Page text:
API Design in Rails

8 min read

We’re starting on a new version of the internal PrettyQuick API that powers our native clients and AJAX. The original version was based largely on what our consumer iOS app needed, but going forward we want to build a more general API to better support multiple clients for multiple constituencies.

Luckly, Heroku has thoughtfully prepared a list of API best practice recommendations. I’ve logged my thoughts and usage notes below as I work through each of the items on their list. While some of their recommendations felt like overkill for an API of our size, I was happy to find many of their ideas scale nicely for smaller APIs.

Some Stuff Basically Free!

We got “always return minified json” and “always use SSL” for free. Rails takes care of minification, and we already use config.force_ssl in our production environment.

We already have token authentication, so it’s relatively easy to implement the Authorization header:

class Api::V1::ApplicationController < ActionController::Base
  def authenticate!
    @user = User.find_by_authentication_token(request.authorization)
    unless @user
	    render json: {errors: {id: "A1", message: "Unauthorized"}}, status: 401

Rails also gives us “accept JSON in post bodies” for free! We’re going one step further and specifying that we ONLY accept JSON:

class Api::V1::ApplicationController < ActionController::Base
  before_filter :ensure_json
  def ensure_json
    return if request.content_type == "application/json"
    render json: { errors: {
    	id: "CT1", 
        message: "The only acceptable content-type is application/json"
      }}, status: 406

A Bunch Of Low-Hanging Fruit

Versioning In Accept Header

Not only does Heroku recommend this, but Github also uses extensive header-based versioning and media types. I’m definitly willing to trust them on this point - but how to do it myself?

As always, Railscasts has my back! I copy-and-pasted from Episode 350 to set up header-based versioning. The header looks like Content-Type: application/vnd.prettyquick.v1. The rails code is beautifully minimal:

# config/routes.rb
scope module: :api do
  scope module: :v1, constraints: ApiConstraints.new(version: 1) do
    resources :products, format: :json

  # ...all our old routes...

# lib/api_constraints.rb
class ApiConstraints
  def initialize(options)
    @version = options[:version]
  def matches?(req)

This lets us separate versions into folders:

        products_controller.rb   # defines Api::V1::ProductsController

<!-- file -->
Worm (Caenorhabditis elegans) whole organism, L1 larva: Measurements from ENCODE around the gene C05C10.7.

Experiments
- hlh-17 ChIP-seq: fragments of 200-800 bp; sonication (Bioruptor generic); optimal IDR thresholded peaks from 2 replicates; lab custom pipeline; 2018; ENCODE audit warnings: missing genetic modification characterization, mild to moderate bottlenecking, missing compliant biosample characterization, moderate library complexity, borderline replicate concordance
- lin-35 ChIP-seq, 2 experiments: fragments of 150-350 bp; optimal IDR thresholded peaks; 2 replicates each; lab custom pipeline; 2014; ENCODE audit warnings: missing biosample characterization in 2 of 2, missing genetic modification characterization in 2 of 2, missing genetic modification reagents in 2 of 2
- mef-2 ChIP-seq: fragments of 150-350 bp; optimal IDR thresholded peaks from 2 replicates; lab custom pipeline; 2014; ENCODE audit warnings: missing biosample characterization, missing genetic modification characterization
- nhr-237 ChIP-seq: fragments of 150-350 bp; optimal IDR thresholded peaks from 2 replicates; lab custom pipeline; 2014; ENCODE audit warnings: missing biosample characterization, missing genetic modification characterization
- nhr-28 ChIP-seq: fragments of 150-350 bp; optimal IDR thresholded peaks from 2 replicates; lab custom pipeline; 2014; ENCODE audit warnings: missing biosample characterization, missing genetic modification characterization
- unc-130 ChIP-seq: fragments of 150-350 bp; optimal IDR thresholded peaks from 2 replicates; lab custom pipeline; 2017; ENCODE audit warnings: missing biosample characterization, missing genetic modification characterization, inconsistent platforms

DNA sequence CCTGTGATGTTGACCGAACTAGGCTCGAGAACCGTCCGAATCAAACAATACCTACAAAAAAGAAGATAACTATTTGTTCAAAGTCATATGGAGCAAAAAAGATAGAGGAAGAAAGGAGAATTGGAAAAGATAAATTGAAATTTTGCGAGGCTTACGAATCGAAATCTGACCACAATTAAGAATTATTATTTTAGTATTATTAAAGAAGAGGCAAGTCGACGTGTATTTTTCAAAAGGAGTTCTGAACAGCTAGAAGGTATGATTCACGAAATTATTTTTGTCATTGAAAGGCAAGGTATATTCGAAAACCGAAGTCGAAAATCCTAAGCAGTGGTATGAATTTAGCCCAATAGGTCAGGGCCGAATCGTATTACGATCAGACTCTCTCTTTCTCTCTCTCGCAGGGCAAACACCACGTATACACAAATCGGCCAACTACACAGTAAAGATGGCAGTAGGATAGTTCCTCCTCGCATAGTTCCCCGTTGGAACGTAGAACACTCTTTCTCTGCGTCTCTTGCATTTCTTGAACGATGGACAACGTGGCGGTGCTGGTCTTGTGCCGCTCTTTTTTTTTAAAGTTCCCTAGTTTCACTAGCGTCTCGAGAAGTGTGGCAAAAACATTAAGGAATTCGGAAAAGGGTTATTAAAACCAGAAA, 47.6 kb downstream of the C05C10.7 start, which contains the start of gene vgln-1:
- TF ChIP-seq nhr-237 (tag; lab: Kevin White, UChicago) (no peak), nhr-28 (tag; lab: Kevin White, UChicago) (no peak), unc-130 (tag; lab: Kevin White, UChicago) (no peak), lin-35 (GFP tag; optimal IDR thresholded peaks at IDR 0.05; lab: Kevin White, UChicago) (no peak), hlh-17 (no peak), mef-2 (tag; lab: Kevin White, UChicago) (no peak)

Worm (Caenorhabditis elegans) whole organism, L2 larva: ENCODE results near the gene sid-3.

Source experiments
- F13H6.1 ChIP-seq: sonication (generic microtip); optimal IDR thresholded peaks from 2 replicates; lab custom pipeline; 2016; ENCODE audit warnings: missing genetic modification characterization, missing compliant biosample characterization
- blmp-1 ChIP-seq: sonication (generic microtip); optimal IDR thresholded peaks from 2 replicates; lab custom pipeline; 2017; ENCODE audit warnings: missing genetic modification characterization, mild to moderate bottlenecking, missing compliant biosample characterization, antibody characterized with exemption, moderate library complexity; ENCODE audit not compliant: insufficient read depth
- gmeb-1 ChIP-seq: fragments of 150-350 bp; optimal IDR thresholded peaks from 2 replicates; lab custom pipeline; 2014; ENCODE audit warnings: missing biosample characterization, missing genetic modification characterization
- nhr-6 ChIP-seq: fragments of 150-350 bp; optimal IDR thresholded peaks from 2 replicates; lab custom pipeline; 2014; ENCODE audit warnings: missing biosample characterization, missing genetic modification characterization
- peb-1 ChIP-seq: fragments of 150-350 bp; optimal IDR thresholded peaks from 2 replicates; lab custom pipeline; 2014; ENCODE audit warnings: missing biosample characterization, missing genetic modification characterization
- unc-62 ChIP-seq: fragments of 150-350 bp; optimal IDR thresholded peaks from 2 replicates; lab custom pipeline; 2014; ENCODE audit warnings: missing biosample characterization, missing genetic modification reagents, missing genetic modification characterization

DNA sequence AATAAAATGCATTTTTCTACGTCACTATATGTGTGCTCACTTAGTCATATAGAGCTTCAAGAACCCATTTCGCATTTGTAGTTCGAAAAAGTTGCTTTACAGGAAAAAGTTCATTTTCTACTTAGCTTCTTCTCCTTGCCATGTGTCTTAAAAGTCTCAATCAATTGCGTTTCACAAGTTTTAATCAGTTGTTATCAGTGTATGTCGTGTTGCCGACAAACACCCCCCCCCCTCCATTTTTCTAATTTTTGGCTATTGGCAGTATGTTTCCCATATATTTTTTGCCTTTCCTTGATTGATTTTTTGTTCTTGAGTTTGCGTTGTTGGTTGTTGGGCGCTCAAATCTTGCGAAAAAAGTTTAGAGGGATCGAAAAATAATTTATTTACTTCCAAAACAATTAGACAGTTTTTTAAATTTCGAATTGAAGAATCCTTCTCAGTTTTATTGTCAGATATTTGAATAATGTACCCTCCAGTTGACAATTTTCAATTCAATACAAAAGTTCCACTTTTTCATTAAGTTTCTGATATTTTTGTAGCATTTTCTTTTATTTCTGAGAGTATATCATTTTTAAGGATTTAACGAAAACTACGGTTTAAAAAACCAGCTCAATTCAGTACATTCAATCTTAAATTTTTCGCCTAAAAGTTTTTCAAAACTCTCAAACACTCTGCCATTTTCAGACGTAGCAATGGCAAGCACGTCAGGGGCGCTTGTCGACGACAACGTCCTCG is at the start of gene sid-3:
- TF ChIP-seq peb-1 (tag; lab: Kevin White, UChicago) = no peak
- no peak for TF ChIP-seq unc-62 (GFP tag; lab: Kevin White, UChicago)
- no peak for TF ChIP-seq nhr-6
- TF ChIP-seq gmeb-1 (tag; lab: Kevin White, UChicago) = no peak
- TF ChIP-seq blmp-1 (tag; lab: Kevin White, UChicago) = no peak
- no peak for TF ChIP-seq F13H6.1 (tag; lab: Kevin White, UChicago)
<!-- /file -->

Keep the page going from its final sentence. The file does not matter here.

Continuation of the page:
Response Format

The JSON API spec recommends that every response contain exactly one of the two keys “data” and “errors”. We’re combining that with Heroku’s recommendation to use structured errors. Our error responses look like this:

HTTP 406
  errors: {
    id: "A1",
    message: "Unauthorized"

Heroku’s own error IDs have a simple prefix and numeric code. I don’t think the error ID matters too much as long as it stays constant and documented.

Nest Foreign Key Relations

We’re using Rabl for our API responses. Heroku argues that foreign keys should be nested ({city: {id: 12}} vs {city_id: 12}), so when you want to include more information about the related object your changes are purely additive. Rabl makes this relatively easy:

object @user
attributes :id, :email
node(:city) {|u| {id: u.city_id}}

I’ve used this node approach instead of a more Rabl-esque phrasing:

child(:city) do
  attributes :id

because the child approach hits the database to get the full city object, but I already have the city_id on the user. If/when I need more attributes from the city I’ll switch to the child approach.

Standardize All Timestamps In UTC and ISO8601

Almost free! I added a filter to my application controller to force UTC throughout my API:

class Api::V1::ApplicationController < ActionController::Base
  around_filter :use_utc
  def use_utc
    Time.use_zone("UTC") { yield }

Time zones are always messy and complicated, but I cribbed this directly from the rails docs so I’m confident it’s a stable solution.

All this, and more!

Many of the rest of the Heroku recommendations are more of a style guide to follow, than things to implement once and get out of the way. We’ll be keeping these in mind:

  • shallow nesting
  • downcase paths and attributes
  • use appropriate HTTP status codes
  • use plurals for resource names

Things to Revisit

That’s a lot of low-hanging fruit! I think I’m in a good spot. However, there are a few more things Heroku recommends that I want to get to soon. These are things that will be important as we start to use this API more heavily.

Split Long Responses Into Ranges